What we are about is not countercultural in the sense of the sixties counterculture. It is countercultural in terms of much broader historical forces—the forces that turned the Fertile Crescent into the Oil Patch, charted the Trail of Tears, led from plantation capital to Silicon Valley, and landed us in the world of a few thousand billionaires and few billion thousandaires. There has been social disruption galore at every turn, but circumstances in the 21st century are laced with a particular brand of global disorientation. We find ourselves in the uncomfortable position of going faster and faster, bigger and bigger, more and more cyber in response to the problems caused by going faster and faster, bigger and bigger, more and more cyber.
In food and agriculture, as in so much else, this translates into the push for more and more technology, more and more industrial efficiency. Which is why it is more important than ever that a good measure of intention also flows in a different direction. Keeping some of our eggs out of the baskets of technological adventurism, financial cleverness and global supply chains. Prioritizing Do No Harm over Buy Low/Sell High.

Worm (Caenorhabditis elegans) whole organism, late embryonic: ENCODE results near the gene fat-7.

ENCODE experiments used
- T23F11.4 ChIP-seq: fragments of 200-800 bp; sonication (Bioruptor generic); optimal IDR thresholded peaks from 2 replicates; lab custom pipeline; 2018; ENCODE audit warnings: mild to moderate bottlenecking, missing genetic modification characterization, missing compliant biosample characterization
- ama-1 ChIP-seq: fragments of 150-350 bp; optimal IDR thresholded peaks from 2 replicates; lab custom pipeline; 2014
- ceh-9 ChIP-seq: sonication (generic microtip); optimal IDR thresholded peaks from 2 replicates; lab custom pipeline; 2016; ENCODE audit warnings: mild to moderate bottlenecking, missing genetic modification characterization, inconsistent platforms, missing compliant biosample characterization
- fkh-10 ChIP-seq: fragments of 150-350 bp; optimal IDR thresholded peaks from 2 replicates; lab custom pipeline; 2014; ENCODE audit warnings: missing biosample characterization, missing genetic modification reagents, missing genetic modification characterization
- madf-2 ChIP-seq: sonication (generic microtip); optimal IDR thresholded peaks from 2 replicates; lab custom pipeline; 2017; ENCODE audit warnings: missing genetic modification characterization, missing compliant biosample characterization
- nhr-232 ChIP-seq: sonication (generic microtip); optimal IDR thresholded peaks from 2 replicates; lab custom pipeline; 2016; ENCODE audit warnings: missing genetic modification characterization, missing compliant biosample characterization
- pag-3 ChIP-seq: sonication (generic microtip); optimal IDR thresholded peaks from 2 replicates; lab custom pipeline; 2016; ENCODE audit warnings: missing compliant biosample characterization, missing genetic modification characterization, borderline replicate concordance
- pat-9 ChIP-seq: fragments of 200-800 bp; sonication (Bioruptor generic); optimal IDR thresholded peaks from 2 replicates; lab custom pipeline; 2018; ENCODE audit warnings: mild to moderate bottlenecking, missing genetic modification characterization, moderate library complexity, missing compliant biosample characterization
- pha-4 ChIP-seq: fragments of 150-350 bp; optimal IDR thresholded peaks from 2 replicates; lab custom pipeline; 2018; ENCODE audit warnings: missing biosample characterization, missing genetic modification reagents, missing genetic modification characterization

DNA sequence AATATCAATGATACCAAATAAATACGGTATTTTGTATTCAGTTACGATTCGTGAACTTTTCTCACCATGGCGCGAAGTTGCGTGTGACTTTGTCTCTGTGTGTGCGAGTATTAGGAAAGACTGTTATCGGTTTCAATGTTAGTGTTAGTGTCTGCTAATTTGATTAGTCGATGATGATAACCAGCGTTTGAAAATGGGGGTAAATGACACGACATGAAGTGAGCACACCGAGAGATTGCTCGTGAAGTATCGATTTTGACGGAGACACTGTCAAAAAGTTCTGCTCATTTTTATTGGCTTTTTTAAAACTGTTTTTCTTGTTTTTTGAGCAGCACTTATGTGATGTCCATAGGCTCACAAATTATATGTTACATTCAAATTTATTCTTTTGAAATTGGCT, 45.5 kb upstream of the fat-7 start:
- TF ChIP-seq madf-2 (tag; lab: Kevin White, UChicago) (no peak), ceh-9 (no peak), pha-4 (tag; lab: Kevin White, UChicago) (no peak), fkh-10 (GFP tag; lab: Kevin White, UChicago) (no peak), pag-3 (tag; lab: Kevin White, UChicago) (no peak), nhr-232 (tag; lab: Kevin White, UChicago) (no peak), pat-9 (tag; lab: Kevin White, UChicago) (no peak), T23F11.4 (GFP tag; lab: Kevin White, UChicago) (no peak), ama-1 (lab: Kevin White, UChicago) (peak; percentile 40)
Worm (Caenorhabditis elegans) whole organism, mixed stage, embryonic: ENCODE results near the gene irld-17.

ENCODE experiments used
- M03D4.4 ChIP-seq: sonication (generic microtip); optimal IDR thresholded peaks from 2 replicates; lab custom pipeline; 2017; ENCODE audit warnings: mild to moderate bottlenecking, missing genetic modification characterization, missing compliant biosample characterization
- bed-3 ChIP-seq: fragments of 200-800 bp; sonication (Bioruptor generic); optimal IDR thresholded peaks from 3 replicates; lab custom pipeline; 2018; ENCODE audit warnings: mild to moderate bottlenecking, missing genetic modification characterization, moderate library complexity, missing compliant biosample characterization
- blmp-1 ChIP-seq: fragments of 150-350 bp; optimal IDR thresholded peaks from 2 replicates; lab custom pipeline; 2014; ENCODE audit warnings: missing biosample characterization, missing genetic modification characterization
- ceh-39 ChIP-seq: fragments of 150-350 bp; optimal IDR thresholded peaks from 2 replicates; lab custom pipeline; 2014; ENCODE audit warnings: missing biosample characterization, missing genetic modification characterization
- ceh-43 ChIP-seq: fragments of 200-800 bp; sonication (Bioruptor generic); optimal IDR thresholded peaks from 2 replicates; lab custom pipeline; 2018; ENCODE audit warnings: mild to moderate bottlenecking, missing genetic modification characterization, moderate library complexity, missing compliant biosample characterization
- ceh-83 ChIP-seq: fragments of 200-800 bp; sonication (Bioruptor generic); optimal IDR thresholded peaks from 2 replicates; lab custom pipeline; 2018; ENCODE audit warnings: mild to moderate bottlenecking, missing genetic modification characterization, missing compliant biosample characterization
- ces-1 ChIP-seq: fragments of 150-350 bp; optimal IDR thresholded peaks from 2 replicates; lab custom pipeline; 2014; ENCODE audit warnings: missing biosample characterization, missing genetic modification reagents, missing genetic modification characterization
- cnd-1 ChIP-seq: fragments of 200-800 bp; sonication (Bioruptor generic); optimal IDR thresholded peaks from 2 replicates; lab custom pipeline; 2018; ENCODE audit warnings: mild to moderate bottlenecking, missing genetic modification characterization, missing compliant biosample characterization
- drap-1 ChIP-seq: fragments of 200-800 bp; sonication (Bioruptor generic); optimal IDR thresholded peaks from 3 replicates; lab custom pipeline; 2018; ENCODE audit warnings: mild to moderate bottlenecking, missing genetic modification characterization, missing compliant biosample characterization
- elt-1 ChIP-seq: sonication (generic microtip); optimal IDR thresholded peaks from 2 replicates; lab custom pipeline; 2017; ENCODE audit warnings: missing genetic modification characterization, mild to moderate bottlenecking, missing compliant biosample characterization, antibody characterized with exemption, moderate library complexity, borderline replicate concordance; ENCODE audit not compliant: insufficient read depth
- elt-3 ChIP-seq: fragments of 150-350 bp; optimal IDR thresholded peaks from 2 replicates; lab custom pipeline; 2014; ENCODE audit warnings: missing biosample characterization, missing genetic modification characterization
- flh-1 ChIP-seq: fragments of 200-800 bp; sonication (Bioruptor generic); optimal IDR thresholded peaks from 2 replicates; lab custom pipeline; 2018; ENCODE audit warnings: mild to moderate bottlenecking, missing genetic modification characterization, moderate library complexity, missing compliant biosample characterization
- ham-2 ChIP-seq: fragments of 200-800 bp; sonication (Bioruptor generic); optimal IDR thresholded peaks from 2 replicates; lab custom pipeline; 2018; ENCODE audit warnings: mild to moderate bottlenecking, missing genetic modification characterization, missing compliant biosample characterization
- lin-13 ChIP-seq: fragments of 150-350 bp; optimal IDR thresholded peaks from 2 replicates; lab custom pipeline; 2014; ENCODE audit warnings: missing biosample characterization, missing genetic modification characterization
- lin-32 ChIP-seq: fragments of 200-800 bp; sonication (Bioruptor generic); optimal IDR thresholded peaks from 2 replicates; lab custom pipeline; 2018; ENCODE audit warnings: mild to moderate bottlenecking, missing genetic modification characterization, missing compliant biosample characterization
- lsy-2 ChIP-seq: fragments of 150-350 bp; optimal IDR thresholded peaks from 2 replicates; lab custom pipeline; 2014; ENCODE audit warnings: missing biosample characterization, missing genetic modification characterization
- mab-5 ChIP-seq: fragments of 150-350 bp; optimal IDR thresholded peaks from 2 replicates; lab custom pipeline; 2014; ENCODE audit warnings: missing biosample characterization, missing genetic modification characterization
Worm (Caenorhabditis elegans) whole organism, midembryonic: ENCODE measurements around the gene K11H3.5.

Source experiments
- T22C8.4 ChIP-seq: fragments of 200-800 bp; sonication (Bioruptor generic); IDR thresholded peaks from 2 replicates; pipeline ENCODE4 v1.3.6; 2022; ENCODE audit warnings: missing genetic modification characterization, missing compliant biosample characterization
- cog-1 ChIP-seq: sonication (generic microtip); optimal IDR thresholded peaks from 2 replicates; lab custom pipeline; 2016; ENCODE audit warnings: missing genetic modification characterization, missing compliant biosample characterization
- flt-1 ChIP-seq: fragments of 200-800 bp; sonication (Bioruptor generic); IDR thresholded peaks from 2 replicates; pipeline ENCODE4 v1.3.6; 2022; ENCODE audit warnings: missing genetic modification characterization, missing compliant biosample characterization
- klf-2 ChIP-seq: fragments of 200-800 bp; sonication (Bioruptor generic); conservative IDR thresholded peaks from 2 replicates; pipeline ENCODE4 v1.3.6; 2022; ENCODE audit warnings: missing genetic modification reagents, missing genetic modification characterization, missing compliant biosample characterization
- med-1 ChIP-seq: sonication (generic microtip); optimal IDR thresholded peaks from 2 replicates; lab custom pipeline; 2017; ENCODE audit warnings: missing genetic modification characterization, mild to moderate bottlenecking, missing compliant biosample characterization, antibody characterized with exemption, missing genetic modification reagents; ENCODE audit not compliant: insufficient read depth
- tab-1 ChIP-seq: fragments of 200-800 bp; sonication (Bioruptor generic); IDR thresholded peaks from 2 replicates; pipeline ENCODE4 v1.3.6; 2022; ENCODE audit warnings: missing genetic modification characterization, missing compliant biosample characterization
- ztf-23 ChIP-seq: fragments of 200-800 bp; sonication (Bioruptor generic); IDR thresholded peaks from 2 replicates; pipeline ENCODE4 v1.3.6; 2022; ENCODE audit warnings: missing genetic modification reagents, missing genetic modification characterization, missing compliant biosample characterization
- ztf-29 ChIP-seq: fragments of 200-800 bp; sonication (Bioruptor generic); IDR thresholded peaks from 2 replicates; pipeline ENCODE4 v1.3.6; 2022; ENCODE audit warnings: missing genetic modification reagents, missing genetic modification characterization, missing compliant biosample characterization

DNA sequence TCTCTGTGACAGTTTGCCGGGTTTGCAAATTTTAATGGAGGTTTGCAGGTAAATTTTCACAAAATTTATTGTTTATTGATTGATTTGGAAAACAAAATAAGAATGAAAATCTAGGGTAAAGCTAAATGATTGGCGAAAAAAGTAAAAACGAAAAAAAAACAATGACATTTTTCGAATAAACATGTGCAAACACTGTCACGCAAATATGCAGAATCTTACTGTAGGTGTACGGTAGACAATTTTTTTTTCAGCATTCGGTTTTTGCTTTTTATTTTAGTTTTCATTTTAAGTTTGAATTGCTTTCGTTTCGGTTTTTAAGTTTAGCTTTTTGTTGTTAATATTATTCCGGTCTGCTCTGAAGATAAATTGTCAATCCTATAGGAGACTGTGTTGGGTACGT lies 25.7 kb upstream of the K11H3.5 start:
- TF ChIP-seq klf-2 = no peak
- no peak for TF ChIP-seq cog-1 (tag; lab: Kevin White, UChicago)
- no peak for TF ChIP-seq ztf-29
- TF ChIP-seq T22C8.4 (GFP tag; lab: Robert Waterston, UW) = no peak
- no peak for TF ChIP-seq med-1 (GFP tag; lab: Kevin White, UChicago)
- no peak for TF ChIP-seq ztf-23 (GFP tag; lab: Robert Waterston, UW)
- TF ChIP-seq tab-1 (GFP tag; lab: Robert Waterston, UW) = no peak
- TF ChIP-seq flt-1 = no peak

Poet Gary Snyder said it all in one sentence:
“Food is the field in which we daily explore our harming of the world.”
And while we’re listening to poets for a second, let’s remember T.S. Eliot’s admonition with respect to “dreaming of systems so perfect that no one will need to be good.” No systemic reform, no technology can substitute for trust, soil fertility, diversity, community and culture.
So, in the era of moonshots, we are also called to imagine earthshots.
To go local … more collectively. To be patient … more urgently. To go slow … more quickly. To go small … in much bigger ways.
How many of us beetniks are out there? (That one little vowel makes all the difference, because this is not your grandfather’s counterculture.)